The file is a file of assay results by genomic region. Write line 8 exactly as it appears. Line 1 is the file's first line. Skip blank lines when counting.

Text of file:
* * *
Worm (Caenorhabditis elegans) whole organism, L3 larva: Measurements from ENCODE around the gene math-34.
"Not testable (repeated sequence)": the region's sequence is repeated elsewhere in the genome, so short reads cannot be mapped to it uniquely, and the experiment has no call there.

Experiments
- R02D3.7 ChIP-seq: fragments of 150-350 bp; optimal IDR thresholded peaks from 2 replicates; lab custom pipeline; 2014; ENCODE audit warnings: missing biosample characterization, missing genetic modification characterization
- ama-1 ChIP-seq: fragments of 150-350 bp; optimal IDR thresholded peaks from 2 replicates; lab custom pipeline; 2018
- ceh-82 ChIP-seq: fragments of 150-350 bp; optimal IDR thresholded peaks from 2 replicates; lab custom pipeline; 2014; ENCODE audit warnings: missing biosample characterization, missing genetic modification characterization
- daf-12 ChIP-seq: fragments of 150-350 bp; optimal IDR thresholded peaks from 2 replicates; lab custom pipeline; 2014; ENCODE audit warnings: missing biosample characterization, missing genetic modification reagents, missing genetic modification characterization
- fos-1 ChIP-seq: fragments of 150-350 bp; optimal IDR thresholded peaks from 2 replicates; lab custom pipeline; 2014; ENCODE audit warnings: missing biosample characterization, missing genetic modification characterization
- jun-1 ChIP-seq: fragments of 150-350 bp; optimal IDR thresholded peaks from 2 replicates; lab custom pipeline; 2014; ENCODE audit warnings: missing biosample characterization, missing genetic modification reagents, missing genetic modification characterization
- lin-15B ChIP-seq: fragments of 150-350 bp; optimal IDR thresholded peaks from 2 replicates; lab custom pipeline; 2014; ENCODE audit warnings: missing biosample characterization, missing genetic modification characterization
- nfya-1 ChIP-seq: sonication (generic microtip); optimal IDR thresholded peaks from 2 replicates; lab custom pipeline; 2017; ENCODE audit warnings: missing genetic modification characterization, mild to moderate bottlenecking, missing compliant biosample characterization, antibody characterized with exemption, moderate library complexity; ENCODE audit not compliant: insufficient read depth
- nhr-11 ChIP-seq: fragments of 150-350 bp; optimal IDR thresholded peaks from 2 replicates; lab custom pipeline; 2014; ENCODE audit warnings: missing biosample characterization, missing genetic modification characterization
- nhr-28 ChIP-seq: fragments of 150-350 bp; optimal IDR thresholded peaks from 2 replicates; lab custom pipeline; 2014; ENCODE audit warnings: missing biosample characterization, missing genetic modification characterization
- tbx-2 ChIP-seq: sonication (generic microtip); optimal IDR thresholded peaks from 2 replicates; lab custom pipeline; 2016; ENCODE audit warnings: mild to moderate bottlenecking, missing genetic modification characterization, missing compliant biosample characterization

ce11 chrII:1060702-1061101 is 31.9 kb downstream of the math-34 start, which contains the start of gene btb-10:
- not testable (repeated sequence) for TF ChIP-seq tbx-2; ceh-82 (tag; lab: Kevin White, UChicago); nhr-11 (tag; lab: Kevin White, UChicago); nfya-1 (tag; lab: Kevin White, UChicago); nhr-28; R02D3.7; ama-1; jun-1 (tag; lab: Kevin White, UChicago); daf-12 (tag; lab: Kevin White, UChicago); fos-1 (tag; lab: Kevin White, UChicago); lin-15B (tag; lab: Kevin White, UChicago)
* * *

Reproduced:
- fos-1 ChIP-seq: fragments of 150-350 bp; optimal IDR thresholded peaks from 2 replicates; lab custom pipeline; 2014; ENCODE audit warnings: missing biosample characterization, missing genetic modification characterization